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SC lawmakers introduce joint resolution to study electricity market reform

A trio of South Carolina lawmakers has introduced a joint resolution that calls for the creation of a special committee to study whether the South Carolina Legislature should adopt certain electricity market reforms.

South Carolina Sens. Paul Campbell Jr., Wes Climer and Tom Davis on Jan. 14 introduced Senate Bill 998 in the South Carolina General Assembly. The bill currently resides in the South Carolina Senate Committee on Judiciary.

The legislation, if approved, would create the 18-member Electricity Market Reform Measures Study Committee. Three members of the South Carolina House of Representatives and three members of the state Senate would comprise the voting members of the study committee.

The nonvoting members would include the director of the South Carolina Office of Regulatory Staff, the South Carolina president of Duke Energy Corp. and the president of Dominion Energy Inc. subsidiary Dominion Energy South Carolina Inc., or their designees. Other nonvoting members include representatives of commercial consumers, industrial customers, business and environmental advocates, South Carolina's electric cooperatives, municipal power associations, renewable power developers, energy conservationists and the president of local utility Lockhart Power Co., or a designee.

The committee would be tasked with studying whether the state should adopt a variety of electricity market reforms, including whether South Carolina should form its own regional transmission organization or join an existing RTO.

In addition, the committee would evaluate whether the state should establish an energy imbalance market, require vertically integrated electric utilities to divest of their generation and/or transmissions assets, enable full retail choice for electricity consumers, enable partial retail choice for nonresidential customers, authorize community choice aggregation, redesign the role of the distribution system operator to enable a modernized distribution grid and explore establishing an independent distribution system operator and distribution-level electricity markets, and study whether to accelerate the state's ability to achieve 100% emissions-free generation.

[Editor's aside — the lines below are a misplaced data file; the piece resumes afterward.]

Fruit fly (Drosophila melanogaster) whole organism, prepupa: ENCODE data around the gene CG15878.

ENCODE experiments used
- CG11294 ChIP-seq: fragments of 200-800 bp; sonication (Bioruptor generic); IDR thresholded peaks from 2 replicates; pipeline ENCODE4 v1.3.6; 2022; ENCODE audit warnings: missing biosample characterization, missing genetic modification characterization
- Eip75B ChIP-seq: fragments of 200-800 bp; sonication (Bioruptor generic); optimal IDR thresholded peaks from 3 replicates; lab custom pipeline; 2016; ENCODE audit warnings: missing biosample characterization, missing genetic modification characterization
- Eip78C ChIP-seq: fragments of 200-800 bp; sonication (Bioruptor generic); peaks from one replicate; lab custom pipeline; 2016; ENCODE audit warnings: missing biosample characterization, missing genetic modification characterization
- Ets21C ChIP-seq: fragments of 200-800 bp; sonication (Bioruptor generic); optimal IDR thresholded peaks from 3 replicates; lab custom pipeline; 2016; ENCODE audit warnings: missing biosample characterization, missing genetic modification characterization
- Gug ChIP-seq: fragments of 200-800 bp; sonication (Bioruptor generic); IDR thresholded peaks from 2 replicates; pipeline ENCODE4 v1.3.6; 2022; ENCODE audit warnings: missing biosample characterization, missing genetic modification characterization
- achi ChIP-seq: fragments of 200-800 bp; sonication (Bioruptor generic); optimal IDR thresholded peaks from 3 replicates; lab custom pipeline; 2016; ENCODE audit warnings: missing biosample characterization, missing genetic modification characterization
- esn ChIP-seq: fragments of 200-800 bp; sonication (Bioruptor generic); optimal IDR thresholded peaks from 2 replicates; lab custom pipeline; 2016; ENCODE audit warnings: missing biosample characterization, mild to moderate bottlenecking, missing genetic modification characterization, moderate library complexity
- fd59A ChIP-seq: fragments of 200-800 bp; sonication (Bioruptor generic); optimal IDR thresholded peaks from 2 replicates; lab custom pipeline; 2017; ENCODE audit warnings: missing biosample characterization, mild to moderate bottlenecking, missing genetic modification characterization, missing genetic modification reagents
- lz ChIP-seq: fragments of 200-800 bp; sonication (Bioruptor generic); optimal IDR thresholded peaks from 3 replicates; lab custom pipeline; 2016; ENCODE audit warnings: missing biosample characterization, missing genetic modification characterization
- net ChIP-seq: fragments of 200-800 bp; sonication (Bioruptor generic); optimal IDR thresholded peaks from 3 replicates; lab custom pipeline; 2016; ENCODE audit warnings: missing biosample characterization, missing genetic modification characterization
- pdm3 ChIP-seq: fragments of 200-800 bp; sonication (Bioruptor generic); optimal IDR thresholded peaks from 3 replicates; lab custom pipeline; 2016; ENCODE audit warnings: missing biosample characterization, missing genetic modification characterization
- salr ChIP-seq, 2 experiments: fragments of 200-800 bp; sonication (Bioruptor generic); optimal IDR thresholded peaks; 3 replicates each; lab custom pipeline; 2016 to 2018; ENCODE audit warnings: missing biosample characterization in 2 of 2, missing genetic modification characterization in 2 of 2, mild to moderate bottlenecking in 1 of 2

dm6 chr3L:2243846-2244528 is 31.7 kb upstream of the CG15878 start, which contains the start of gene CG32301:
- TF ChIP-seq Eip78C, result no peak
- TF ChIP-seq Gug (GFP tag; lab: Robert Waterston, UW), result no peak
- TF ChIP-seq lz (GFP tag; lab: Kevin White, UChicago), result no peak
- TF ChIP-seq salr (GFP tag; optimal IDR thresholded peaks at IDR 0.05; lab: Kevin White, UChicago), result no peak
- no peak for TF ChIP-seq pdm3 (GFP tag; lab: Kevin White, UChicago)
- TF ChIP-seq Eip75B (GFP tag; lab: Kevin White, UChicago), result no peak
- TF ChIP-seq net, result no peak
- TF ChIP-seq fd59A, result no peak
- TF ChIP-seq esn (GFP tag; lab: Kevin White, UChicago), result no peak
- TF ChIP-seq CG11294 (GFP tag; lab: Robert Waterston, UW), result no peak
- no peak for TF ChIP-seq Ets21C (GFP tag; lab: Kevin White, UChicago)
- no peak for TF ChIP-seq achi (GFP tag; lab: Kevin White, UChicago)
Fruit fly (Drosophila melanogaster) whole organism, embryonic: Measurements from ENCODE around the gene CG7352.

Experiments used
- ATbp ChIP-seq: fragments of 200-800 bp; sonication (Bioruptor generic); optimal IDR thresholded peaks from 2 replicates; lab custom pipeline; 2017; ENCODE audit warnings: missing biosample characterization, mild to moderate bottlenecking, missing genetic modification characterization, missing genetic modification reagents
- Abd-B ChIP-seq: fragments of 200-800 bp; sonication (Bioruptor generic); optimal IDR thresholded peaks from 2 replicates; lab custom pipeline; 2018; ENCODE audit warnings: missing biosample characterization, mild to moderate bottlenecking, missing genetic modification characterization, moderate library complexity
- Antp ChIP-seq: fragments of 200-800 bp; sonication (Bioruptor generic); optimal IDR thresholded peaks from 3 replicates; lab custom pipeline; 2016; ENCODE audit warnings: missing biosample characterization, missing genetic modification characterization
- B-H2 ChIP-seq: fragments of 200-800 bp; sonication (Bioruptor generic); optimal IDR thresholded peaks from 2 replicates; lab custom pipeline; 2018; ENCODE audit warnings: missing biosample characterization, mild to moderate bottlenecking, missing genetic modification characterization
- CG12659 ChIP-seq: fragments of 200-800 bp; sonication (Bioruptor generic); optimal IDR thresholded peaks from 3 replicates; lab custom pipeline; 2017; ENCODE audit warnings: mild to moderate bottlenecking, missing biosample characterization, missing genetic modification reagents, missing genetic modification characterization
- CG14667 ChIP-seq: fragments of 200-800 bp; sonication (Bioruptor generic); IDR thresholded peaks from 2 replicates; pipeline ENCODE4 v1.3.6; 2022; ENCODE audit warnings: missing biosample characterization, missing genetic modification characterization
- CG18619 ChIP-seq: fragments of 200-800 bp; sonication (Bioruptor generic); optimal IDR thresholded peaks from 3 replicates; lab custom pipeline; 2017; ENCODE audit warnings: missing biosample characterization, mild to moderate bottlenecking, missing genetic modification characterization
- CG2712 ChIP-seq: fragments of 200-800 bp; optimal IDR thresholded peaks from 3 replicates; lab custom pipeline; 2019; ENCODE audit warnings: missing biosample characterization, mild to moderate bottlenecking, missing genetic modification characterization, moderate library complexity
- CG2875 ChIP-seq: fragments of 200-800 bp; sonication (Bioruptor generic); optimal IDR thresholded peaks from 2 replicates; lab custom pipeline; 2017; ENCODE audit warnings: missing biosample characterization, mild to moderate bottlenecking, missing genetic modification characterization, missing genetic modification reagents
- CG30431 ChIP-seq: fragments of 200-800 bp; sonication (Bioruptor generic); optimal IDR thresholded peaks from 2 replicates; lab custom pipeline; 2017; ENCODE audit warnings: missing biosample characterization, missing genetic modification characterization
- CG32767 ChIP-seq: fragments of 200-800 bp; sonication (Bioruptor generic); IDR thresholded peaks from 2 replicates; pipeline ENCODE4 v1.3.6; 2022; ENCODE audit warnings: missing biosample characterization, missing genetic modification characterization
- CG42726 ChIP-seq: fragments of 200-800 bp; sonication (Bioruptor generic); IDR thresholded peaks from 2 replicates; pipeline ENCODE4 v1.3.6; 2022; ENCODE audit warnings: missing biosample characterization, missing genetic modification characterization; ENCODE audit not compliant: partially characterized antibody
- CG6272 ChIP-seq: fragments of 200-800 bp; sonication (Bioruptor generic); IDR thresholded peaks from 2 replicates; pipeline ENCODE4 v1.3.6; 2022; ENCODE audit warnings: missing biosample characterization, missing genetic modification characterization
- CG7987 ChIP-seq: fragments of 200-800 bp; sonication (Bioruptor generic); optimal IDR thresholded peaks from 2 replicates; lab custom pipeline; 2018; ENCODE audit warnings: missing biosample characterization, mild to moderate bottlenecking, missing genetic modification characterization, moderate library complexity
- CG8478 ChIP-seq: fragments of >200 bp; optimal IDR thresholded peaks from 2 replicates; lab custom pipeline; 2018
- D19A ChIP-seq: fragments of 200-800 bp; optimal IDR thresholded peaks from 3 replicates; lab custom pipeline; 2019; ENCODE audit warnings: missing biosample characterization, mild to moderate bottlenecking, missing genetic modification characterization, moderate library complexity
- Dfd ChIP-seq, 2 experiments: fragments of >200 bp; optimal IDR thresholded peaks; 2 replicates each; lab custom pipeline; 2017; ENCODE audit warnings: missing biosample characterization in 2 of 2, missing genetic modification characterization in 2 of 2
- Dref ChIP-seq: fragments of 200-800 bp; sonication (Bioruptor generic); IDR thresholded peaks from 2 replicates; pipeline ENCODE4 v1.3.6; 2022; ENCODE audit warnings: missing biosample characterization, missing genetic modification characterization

The study must assess "at a minimum" the legal and procedural requirements, as well as the potential costs and benefits to ratepayers, of potential market reform measures.

The study committee also would be tasked with submitting a report and recommendation to the General Assembly by March 15, 2021.

"A recommendation that the state take action shall be based upon a finding by a majority of the voting members that one or more electricity market reform measures is in the public interest, taking into consideration the expected consumer benefits of the electricity market reform measures, and is otherwise consistent with the provision of reliable and safe electric service to ratepayers in South Carolina and within the balancing authority of the electrical utility," the bill states.

The legislation also calls for funding to retain a third party, independent consultant that would serve as an adviser to the committee and submit its own opinion to the General Assembly "as to what market reform measures, if any, would benefit South Carolina consumers."